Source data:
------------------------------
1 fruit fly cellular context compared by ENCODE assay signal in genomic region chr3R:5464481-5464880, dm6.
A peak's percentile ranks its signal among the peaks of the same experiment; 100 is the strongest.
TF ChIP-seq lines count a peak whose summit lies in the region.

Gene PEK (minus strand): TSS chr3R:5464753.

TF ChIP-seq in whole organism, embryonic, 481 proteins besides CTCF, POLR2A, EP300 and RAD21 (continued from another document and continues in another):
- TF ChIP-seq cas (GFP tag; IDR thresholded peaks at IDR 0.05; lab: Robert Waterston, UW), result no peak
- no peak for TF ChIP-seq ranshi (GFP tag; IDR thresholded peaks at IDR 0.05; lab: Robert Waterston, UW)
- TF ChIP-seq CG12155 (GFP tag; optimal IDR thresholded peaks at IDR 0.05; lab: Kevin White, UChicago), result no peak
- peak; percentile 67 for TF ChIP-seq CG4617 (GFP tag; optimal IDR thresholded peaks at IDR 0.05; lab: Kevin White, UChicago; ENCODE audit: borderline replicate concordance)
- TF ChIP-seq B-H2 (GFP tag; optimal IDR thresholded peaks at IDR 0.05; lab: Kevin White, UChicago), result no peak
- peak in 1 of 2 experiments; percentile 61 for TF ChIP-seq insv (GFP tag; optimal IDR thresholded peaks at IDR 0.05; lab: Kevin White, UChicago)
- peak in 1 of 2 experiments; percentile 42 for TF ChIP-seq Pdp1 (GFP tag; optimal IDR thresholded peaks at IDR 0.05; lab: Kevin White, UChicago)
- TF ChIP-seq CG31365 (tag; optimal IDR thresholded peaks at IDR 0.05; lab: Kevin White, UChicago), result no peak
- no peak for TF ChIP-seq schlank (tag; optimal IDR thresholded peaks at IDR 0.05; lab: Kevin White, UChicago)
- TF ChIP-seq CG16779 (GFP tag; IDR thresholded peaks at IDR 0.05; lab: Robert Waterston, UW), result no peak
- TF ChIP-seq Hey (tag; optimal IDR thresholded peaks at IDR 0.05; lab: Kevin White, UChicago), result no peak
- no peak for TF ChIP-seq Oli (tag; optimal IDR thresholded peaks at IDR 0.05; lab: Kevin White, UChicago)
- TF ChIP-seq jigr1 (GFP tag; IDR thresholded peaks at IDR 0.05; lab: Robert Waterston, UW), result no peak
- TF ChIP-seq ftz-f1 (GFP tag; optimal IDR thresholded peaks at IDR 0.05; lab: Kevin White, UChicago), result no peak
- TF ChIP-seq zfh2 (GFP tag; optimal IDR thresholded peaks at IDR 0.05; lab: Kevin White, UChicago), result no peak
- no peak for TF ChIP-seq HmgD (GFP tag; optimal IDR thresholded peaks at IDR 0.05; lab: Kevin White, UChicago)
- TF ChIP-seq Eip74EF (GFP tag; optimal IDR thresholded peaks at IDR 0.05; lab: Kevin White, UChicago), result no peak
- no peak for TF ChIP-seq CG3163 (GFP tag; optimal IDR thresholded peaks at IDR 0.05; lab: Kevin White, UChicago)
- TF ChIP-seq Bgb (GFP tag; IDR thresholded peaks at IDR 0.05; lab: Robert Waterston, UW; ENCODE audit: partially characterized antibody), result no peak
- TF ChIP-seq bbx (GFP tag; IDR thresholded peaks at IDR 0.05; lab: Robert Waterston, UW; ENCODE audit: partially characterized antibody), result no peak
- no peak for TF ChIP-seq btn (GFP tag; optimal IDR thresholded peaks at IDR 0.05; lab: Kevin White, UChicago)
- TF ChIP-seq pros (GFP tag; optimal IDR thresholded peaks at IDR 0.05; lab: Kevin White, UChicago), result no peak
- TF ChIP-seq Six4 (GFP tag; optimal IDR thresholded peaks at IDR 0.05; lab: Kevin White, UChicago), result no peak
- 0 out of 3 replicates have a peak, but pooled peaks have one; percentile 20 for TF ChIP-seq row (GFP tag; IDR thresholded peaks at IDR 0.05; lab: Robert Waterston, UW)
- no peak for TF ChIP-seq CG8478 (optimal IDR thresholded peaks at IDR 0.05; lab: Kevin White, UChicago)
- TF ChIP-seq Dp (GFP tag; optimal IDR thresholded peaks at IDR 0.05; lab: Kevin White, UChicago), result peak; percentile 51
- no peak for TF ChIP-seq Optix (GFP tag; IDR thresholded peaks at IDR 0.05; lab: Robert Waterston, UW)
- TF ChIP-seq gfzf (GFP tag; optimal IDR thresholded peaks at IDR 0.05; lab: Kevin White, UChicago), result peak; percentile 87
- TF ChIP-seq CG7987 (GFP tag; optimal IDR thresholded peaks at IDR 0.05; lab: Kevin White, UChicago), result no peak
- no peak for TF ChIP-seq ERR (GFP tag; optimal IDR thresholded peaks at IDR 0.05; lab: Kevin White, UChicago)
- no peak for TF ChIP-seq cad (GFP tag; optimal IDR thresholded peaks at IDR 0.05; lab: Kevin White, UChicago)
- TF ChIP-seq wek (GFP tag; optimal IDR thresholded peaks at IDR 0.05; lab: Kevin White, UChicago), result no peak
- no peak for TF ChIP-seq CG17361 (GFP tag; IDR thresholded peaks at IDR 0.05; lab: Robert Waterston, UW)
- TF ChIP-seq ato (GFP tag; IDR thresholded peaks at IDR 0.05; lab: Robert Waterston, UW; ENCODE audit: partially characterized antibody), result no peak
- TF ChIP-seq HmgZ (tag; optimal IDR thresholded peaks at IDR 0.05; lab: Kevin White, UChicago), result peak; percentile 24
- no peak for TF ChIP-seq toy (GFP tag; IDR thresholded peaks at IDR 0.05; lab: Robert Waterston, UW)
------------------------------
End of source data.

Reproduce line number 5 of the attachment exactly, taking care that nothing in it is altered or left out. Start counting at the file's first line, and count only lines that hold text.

TF ChIP-seq in whole organism, embryonic, 481 proteins besides CTCF, POLR2A, EP300 and RAD21 (continued from another document and continues in another):